Question: I have a hard time not allowing other people’s moods, especially my spouse, affect me. Sometimes I feel like I am on a roller coaster and just want to get off. Can you help me?
Michele Louviere responds: Many people struggle with healthy separateness or differentiation. Sometimes, a lack of differentiation comes from a person depending upon others for needs, satisfaction and happiness. If a person is not okay inside his or her own skin, then that person becomes very dependent upon others. So, maybe your sensitivity to your spouse’s moods could be a lack of complete differentiation on your part.
How does a person develop a healthy identity that stands strong even when others disapprove or struggle emotionally?
One key is to take responsibility for your own level of happiness and satisfaction. God never intended for another person, even a spouse, to be our source for emotional fulfillment. Ultimately, we are to pursue an intimate relationship with God, where He gives meaning and purpose to our lives. Relationships with others are merely a gift from Him, never meant to replace Him.
Sometimes, to become a healthy, differentiated person, one must go back and explore his or her family of origin. Sometimes, we have learned powerful lessons in the families we grew up in. We play roles in dysfunctional families and often continue those roles in adulthood, unless we purposely work on becoming healthier. If you grew up in an alcoholic family for instance, then you may have developed a great sensitivity to others’ moods. Knowing the alcoholic’s mood may be critically important for your safety.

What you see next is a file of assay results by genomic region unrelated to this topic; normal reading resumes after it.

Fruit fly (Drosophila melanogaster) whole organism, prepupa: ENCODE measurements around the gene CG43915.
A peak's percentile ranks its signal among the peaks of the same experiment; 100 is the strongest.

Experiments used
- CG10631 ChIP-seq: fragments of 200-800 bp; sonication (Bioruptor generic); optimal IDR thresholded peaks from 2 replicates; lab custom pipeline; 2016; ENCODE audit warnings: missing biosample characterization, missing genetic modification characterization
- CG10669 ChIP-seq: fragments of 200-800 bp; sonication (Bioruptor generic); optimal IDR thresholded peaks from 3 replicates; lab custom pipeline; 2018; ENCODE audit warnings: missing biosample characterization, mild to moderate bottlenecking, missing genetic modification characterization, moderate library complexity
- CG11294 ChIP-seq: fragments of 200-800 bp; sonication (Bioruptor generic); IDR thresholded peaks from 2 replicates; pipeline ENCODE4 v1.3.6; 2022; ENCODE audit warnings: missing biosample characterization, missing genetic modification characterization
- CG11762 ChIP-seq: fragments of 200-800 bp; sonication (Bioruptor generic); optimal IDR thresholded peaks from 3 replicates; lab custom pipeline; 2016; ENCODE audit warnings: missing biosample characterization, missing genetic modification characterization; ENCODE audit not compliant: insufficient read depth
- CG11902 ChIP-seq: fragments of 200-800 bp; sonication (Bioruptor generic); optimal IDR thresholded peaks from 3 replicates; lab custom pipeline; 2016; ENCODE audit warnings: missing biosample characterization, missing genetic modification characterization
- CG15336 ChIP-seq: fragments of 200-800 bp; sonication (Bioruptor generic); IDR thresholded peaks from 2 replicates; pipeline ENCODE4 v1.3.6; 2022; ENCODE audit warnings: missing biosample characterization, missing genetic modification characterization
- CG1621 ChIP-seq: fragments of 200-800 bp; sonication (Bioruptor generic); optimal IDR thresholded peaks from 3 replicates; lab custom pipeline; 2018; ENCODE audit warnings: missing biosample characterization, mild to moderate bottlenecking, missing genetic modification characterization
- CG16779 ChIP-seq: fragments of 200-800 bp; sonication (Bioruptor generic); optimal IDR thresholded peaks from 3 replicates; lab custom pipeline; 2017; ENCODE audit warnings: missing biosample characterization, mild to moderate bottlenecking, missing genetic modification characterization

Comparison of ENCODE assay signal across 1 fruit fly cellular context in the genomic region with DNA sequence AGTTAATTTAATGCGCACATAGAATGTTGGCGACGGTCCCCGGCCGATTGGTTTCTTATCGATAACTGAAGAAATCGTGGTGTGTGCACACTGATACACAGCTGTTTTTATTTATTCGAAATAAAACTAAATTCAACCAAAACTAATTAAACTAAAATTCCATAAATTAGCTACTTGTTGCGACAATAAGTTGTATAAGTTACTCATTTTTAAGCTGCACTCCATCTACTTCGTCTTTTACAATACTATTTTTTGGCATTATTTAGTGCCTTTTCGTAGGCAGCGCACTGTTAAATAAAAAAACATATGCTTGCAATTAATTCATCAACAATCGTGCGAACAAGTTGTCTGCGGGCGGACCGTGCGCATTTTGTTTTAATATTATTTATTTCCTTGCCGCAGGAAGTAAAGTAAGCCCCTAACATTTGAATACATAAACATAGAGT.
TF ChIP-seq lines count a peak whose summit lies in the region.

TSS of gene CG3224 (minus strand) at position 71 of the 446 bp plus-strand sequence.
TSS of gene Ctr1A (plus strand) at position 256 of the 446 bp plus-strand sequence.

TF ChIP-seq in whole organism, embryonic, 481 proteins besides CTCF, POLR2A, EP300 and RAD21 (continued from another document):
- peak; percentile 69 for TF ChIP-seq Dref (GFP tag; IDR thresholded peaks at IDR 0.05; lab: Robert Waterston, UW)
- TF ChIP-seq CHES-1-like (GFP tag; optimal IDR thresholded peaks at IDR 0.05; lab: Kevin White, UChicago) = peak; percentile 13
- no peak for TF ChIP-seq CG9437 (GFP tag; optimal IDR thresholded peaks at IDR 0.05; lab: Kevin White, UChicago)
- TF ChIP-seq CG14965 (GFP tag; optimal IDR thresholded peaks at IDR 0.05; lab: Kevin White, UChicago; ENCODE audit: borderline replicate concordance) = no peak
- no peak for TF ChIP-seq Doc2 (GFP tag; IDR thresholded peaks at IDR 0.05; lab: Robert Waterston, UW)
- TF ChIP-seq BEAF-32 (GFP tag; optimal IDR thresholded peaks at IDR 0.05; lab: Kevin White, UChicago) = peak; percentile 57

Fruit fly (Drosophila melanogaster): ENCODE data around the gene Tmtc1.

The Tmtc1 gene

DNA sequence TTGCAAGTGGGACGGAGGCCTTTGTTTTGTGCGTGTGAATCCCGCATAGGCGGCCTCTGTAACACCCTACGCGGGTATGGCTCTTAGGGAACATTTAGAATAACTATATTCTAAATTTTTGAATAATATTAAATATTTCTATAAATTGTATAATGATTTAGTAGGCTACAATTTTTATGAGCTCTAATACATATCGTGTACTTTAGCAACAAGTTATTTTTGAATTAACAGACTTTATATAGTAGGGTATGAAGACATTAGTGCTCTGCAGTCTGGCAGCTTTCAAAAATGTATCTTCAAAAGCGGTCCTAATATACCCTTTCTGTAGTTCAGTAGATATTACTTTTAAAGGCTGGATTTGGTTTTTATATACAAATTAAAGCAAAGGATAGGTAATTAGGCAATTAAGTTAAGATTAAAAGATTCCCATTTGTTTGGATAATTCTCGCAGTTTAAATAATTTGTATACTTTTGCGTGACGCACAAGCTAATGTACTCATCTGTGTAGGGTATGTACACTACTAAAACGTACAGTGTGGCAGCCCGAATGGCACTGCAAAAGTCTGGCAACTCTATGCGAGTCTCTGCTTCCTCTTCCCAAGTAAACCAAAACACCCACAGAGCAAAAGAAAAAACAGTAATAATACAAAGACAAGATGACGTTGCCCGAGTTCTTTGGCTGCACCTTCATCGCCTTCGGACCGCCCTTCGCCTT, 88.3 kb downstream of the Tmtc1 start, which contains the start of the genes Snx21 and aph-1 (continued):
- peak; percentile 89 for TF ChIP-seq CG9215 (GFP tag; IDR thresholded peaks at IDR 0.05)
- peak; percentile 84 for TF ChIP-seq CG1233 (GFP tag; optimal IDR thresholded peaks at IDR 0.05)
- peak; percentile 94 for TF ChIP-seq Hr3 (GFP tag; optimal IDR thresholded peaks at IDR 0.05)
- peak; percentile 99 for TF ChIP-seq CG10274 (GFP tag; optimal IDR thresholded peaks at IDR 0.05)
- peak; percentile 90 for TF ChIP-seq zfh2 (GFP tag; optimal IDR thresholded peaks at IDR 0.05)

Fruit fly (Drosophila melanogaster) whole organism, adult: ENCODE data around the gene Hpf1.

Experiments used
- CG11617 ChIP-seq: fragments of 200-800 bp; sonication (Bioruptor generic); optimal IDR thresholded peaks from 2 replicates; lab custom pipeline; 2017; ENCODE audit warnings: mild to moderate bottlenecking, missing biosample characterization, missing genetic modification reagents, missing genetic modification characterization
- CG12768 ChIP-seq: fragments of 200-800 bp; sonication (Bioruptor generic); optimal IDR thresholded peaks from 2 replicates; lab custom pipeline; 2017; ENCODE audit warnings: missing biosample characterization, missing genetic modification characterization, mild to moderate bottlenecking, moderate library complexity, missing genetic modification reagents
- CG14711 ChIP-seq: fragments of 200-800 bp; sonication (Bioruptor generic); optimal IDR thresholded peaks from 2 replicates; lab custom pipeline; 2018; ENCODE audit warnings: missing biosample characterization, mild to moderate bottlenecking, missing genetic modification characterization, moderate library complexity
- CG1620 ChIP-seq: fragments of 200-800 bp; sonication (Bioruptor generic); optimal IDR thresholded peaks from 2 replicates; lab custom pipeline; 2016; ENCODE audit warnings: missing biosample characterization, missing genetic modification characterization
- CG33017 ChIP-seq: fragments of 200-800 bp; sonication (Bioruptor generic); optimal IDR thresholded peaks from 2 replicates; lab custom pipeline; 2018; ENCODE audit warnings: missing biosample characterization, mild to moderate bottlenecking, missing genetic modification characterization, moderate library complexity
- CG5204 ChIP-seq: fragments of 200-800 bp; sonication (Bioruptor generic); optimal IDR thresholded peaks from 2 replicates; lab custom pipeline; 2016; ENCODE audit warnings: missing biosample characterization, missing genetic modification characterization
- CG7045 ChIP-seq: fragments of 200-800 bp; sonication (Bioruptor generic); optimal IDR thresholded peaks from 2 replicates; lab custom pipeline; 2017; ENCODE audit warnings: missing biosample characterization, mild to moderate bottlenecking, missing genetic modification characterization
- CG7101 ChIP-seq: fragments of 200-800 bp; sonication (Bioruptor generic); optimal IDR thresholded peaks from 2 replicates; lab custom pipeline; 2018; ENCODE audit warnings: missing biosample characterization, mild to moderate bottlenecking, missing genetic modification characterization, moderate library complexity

To be differentiated or having a healthy self-identity means you do not let outside circumstances affect the way you think and feel. When you know who you are in Christ and are secure in how He has created you and understand your own beliefs and gifts, then you can internally control yourself when others around you are upset.
A person who is differentiated can nurture him or herself in healthy ways. Making time to enjoy hobbies or spend time with friends are examples of healthy self-care. A differentiated person also cultivates the ability to grow and to change, as well as pursue new dreams and giftedness.
A differentiated person has equal status in his or her marriage relationship. This person will build the other person and will encourage being all that he or she can be.
As Jill Peyton, LPC, LMFT, says, “when a differentiated person does not receive the same from his or her spouse, then that person should ask for it, using “I” statements and a respectful tone of voice.”
Achieving a healthy self-identity helps a person feel calm, capable and competent, no matter what others around him or her do.
Michele Louviere, LMFT, serves as Clinical Director of Celebration Hope Center, a ministry of Healing Hearts for Community Development (HHCD). You can connect with Michele by visiting www.HealingHeartsNola.org.